Before one can go on stage and present a successful performance, there is a long journey that musician has to cover the completely learn that musical material. The preparation a pianist should always follow include a preliminary time when he should familiarize himself with the repertoire context. Some background information about that composer, or details in regard with the period of his life when he composed that work would help to crystalize the image of the piece. A form analysis of that piece would also be helpful, and some comparison with other similar genres and forms could offer interesting perspectives on that work. After this step is completed, a pianist can dive in and start practicing the actual music.
Ludwig van Beethoven composed his Piano Sonata Op. 57, No. 23 in F Minor, “Apassionata” between 1804 and 1806, during the period known in music as his second compositional period. The composer himself considered this sonata as one of the most difficult he ever composed. This piece demands high technical skills, and a strongly developed musical understanding for the performer. In this piece, Beethoven follow the standard setting for a piano sonata with three movements in the fast-slow-fast setting, the same his predecessors Haydn and Mozart used too. However, Beethoven decided to experiment some new aspects with this work.
The first movement follows a standard sonata form, but with a highly enlarged coda, and at least one passage that reminds of cadenzas used in concertos. One innovation Beethoven brings with the beginning of this piece is that he builds the entire movement based on a descending figure containing the three notes of the F Minor chord, the main tonality of the whole piece. An interesting aspect here is that even if Beethoven composed thirty-two piano sonatas there are only two of them in the tonality of F Minor. The other sonata in the same key is Op. 2, No.1, which intriguingly uses the same motive based on the F Minor chord, but this time inverted, in ascending motion. The other motive Beethoven builds his piece is the descending half step figure D-flat-C which will appear in different forms later. This motive is nothing else than a small variation of the four-notes motive Beethoven begins with his Fifth Symphony, composed in the same period of time.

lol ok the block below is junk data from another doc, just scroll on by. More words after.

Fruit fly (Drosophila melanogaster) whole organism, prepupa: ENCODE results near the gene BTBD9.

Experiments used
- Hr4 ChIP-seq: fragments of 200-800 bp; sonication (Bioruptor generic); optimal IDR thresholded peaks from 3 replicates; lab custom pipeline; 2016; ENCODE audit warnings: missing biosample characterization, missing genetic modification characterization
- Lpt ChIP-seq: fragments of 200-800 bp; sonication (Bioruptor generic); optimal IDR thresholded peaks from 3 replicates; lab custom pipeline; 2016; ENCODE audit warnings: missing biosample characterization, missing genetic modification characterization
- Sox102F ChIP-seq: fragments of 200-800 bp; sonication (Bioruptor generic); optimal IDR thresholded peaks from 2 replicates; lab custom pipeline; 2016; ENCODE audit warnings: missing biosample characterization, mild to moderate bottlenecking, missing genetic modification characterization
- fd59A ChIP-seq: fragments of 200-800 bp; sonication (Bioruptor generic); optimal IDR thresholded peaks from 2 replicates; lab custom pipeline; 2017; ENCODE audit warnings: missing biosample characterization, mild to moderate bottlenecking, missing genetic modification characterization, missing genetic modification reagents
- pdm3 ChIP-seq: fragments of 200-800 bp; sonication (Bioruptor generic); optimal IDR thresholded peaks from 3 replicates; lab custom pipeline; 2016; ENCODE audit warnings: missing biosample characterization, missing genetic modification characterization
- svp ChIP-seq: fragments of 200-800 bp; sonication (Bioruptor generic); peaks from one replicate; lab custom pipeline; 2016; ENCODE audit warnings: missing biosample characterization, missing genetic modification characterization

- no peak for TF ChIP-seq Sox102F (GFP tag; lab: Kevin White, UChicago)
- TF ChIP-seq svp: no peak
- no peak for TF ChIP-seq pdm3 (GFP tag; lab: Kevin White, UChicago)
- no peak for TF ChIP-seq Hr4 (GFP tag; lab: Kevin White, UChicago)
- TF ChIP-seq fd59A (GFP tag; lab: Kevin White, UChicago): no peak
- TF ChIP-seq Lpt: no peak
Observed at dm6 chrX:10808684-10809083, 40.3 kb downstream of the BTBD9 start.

One of the most challenging aspects in the performance of this piece is represented by the capability to create a unified tempo throughout the whole movement. The primary theme of the piece is sectioned in small individual fragments which create a static feeling. This section ends with a cadenza-like passage and with a fermata. The next section is a repeat of the primary theme, which is unusual for a sonata form, since the norm would require a transition. The tempo in this repeated primary material is more stable and the direction of this section is driven by the pulsating eight notes. The transition also offers a feeling of lack of movement which persists in the secondary key area. The secondary theme offers another innovation. Beethoven did not use a different material, but he recycled the material from the first theme. Once the closing theme develops the pulse is much stricter with permanent sixteen notes figures. The same feeling remains for most of the development, and the recapitulation features similar problems with the exposition.
One other performance challenge with this first movement includes the capability of the performer to gradually build the long cadenza-like passage toward the end of the movement. This section, which corresponds to the climax of the piece, demands a high level of virtuosity. More than the technical skills, a pianist has to dynamically control this whole section. A harmonic analysis can help to understand the main harmonies, and which notes are te pillars of this section.
The second movement features a theme and variation which can be interpreted in at least two different ways. The choral-like writing can suggest that this movement may be a representation of a chorale, or it can portray the music for a string quartet. The second option is more plausible because the writing suggests one low voice on the left hand, and three other voices on the right hand. To recreate that sound, a pianist needs to carefully control the pedal, because the sound can easily become to heavy. The touch of the keys also has to be controlled, and the pianist should remain more at the surface of the keys. The opposite of this sound is required for the second half of this movement where there is a long section with thirty-second notes. This technique implies a very high level of agility, where each finger has to be active, especially the last phalanges. A gentle, but in the same time percussive sound is recommended for this section.
The third movement of this sonata is long virtuosic section. The innovation here is that Beethoven does not repeat the first section, like usually, but he decided to repeat the second part. The coda, called by the pianist Andras Schiff a “demonic czardas” is also extremely challenging in terms of high virtuosity, in a very fast tempo.